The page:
North Carolina’s state legislature is on a two-year cycle. One year, there’s a long session where they hash out a budget. Then there’s the short session, where lawmakers make adjustments to the budget and tie up loose ends from the year before.

While our current General Assembly has for some reason chosen to do most of its work through special sessions, we are fast approaching the 2018 short session.

The rules are different for the short session. There are limits on what can be considered. The three main categories:

  • Budget bills
  • Constitutional amendment proposals
  • Crossover bills, or bills that have passed either the House or the Senate and are awaiting action from the other chamber.
  • Study committee bills.

Then there are local bills, appointments, vetoed bills and a handful of other categories. Several hundred bills fit these criteria this year.

Here are the most important, impactful or entertaining — ranked.

1) HB322: School Performance Grades. Changes the formula for calculating the letter grades each school receives to evenly balance total proficiency and student growth. School districts have wanted this change for a long time to avoid punishing high-poverty schools that are educating students well.

Buses heading to Baldwin Elementary in Hope Mills. Photo by Gerry Dincher via Flickr (Creative Commons)

2) HB35: Protect North Carolina Workers Act. Makes some major changes to what companies have to use E-Verify to make sure their workers are legally in this country. Businesses with 15 or more employees now need to use the system (down from 25). Before, people who worked less than 9 months out of the year were exempt from being checked, and that is now gone. However, farm workers and domestic workers are now exempt.

3) HB514: Permit Municipal Charter School/Certain Towns. Lets towns operate charter schools as an alternative to their public school district. The town of Matthews in Mecklenburg County has been especially interested in this.

4) HB3: Eminent Domain. Restricts the purposes for which the government can seize private property through a constitutional amendment.

Future Interstate 83 in Guilford County. Photo by NCDOT.

5) HB409: State Agencies/Adjust Hiring Practices. Makes it easier for state agencies to hire people with criminal or arrest records.

6) HB315: Kelsey Smith Act. Allows law enforcement officers to get wireless carriers to quickly hand over call locations without a warrant if somebody is in imminent danger.

7) HB242: License Plate Reader Systems in State ROWs. Allows license plate readers, which scan plates and run them through a database of warrants or BOLO alerts, on state roads. Kind of Big Brother, but useful.

8) HB285: Suicide Prevention/Awareness School Personnel. Creates a training program to recognize the signs of suicide risk in school-age children.

9) S655: Change Date When Primary Elections Held. Moves presidential primaries from May to March, making North Carolina much more important in the process.

Photo by Donald Lee Pardue via Flickr (Creative Commons).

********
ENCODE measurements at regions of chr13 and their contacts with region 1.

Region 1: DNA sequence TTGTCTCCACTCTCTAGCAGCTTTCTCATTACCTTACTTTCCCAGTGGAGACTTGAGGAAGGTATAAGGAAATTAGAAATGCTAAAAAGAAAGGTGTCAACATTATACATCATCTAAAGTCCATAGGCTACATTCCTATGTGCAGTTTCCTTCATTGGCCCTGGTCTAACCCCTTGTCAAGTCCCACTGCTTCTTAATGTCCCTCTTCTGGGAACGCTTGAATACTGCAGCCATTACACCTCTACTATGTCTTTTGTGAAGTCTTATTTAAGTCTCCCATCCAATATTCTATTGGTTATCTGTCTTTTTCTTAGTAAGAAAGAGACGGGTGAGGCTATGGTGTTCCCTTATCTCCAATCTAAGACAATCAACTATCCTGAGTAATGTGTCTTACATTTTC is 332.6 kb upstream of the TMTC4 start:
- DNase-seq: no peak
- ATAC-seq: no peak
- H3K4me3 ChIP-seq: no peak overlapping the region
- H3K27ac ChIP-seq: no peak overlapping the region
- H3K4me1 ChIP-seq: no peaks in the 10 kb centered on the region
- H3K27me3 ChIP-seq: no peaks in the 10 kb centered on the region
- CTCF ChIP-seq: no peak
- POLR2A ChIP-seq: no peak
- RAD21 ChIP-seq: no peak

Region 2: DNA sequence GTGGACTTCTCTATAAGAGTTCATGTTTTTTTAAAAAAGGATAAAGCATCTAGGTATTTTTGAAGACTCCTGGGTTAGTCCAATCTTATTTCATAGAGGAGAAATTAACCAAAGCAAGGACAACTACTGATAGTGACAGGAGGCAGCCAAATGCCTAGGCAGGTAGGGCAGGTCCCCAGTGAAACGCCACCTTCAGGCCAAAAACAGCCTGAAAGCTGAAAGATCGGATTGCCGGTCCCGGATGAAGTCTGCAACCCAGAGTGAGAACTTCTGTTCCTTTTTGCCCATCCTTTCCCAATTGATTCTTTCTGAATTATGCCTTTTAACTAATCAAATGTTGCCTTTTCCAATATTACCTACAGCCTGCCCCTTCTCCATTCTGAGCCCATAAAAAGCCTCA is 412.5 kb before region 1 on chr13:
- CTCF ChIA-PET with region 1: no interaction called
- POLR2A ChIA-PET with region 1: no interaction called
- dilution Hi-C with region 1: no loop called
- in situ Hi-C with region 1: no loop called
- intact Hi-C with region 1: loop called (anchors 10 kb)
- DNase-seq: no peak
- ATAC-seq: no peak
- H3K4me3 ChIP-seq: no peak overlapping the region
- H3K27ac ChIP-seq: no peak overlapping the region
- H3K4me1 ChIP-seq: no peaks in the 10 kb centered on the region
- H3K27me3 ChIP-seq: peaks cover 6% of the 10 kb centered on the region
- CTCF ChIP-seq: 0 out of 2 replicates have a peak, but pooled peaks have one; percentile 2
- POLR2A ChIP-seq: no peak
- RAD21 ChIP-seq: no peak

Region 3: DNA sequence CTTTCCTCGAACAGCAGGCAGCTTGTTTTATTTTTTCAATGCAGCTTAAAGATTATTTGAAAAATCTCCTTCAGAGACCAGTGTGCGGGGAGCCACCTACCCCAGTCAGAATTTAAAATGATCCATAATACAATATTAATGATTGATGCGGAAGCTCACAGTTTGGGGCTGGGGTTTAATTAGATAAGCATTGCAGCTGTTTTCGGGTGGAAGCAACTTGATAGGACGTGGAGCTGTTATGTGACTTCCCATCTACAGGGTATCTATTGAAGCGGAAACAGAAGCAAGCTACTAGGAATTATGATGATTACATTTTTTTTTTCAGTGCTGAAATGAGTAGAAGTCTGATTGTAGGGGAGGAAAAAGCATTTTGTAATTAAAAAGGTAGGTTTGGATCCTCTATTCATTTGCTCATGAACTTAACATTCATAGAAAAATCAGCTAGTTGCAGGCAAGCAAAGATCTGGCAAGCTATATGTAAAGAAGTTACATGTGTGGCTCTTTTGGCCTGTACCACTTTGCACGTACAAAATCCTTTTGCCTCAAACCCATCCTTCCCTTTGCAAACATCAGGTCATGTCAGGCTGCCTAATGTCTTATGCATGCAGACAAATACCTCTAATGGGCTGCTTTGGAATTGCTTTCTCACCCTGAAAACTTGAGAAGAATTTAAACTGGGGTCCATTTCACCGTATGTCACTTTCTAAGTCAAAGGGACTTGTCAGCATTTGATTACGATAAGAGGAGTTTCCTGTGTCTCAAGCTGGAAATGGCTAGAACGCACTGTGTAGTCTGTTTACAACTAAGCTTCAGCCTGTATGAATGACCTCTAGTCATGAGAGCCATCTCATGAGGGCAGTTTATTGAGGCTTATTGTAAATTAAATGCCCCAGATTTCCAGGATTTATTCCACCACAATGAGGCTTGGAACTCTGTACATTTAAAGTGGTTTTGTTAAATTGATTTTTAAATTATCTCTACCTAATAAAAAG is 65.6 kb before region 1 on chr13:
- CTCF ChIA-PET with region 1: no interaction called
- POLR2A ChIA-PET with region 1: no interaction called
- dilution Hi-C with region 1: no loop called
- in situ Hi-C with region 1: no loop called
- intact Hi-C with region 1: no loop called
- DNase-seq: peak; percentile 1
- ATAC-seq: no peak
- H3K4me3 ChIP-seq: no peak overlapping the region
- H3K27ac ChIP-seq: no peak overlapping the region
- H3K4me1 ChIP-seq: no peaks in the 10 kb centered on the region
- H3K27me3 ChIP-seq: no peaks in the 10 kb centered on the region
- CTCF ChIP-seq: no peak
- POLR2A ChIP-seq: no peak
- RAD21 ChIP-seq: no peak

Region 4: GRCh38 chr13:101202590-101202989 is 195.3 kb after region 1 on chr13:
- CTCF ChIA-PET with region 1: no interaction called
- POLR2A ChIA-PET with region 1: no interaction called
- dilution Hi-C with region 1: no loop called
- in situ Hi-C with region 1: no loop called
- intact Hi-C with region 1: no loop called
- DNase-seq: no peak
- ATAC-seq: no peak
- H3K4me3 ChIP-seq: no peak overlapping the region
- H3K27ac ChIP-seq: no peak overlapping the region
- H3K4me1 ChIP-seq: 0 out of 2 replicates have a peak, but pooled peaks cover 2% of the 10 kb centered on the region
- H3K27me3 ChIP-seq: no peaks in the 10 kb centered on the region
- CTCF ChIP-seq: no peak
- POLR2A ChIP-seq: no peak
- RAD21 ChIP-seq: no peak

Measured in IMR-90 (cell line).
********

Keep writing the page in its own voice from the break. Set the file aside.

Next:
10) HB389: School Calendar Flexibility Pilot Program. Gives school districts in 20 mostly rural counties the ability to change the start and end days of the school year.

11) HB74: Adopt Bobcat as State Cat. This seems like a no-brainer.

Photo by James Abbott via Flickr (Creative Commons)

12) HB779: Charter School Changes. Couple interesting things here. Allows high-performing charter schools to increase enrollment by as much as 30 percent without state approval. Gives charter school students priority entry to other charter schools if they want to switch. Helps charter schools start state-funded pre-K programs.

13) HB6: Ed. Finance Reform Task Force/PED Report. Creates task force to study how schools are funded. Not sexy, but could become super important.

14) HB113: Pvt Action Local Compliance/Immigration Laws. This would let North Carolinians sue their city or county for not deporting undocumented people. I don’t see this passing, but it would probably generate some bad press.

15) HB105: Const. Amendment-Limit Governor/LG to 2 Terms. This would change the constitution to prevent governors from serving two terms total instead of two consecutive terms. Memorably, Gov. Jim Hunt served four terms (two terms, then Gov. Jim Martin, then two more terms. It might come up again if former Gov. Pat McCrory decides to run again.

Jim Hunt reading to students as part of a summer reading program while campaigning for governor in 1976. Photo by NC Department of Natural and Cultural Resources

16) HB534: Computer Coding Course Elective. Directs the State Board of Education to come up with a curriculum for a coding elective in middle and high schools. Feels like this is way overdue.

17) HB659: Filling Vacancies/U.S. Senate. Instead of the governor just having to pick a new senator from the same party as the outgoing one, this would require the governor to pick from a list of three candidates provided by party leadership. File this under the category of “just in case the Democratic governor gets a Senate vacancy.”

18) HB819: Protect NC Right to Work Constitutional Amend. Would put language preventing anyone from being required to join a union in the state constitution. I guess this is a hedge against a future Democratic majority?


    • I think most sites that do those are subscription-based. My understanding with that bill is that right now, only nonprofit corporations can apply for a charter to run a school, and this bill would simply add municipalities to that. A committee is studying whether/how to split up county-based school districts, and this issue may end up getting wrapped up in that eventually.


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